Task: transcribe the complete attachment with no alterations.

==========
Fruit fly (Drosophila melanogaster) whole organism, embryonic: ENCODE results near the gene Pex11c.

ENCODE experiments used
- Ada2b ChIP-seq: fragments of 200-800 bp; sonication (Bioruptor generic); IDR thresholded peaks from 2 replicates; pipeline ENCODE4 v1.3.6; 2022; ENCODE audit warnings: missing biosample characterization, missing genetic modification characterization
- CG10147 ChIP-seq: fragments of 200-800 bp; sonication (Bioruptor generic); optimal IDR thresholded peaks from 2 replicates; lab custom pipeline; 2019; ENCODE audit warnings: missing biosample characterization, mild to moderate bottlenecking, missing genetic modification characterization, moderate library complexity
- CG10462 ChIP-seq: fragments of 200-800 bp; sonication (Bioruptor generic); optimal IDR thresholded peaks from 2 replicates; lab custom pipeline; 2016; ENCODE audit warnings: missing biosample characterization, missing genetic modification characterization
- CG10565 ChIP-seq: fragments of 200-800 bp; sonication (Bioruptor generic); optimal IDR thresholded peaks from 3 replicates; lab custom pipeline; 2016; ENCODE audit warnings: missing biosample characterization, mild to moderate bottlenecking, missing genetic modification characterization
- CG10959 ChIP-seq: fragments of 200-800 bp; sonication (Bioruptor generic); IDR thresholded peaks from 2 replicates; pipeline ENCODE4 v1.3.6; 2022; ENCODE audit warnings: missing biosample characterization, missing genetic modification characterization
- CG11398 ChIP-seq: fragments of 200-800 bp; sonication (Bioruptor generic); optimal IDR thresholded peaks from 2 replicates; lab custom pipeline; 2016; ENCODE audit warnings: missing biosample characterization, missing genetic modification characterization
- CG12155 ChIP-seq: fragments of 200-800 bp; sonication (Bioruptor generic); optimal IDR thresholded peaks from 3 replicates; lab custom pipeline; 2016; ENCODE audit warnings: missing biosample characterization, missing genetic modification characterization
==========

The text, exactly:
Fruit fly (Drosophila melanogaster) whole organism, embryonic: ENCODE results near the gene Pex11c.

ENCODE experiments used
- Ada2b ChIP-seq: fragments of 200-800 bp; sonication (Bioruptor generic); IDR thresholded peaks from 2 replicates; pipeline ENCODE4 v1.3.6; 2022; ENCODE audit warnings: missing biosample characterization, missing genetic modification characterization
- CG10147 ChIP-seq: fragments of 200-800 bp; sonication (Bioruptor generic); optimal IDR thresholded peaks from 2 replicates; lab custom pipeline; 2019; ENCODE audit warnings: missing biosample characterization, mild to moderate bottlenecking, missing genetic modification characterization, moderate library complexity
- CG10462 ChIP-seq: fragments of 200-800 bp; sonication (Bioruptor generic); optimal IDR thresholded peaks from 2 replicates; lab custom pipeline; 2016; ENCODE audit warnings: missing biosample characterization, missing genetic modification characterization
- CG10565 ChIP-seq: fragments of 200-800 bp; sonication (Bioruptor generic); optimal IDR thresholded peaks from 3 replicates; lab custom pipeline; 2016; ENCODE audit warnings: missing biosample characterization, mild to moderate bottlenecking, missing genetic modification characterization
- CG10959 ChIP-seq: fragments of 200-800 bp; sonication (Bioruptor generic); IDR thresholded peaks from 2 replicates; pipeline ENCODE4 v1.3.6; 2022; ENCODE audit warnings: missing biosample characterization, missing genetic modification characterization
- CG11398 ChIP-seq: fragments of 200-800 bp; sonication (Bioruptor generic); optimal IDR thresholded peaks from 2 replicates; lab custom pipeline; 2016; ENCODE audit warnings: missing biosample characterization, missing genetic modification characterization
- CG12155 ChIP-seq: fragments of 200-800 bp; sonication (Bioruptor generic); optimal IDR thresholded peaks from 3 replicates; lab custom pipeline; 2016; ENCODE audit warnings: missing biosample characterization, missing genetic modification characterization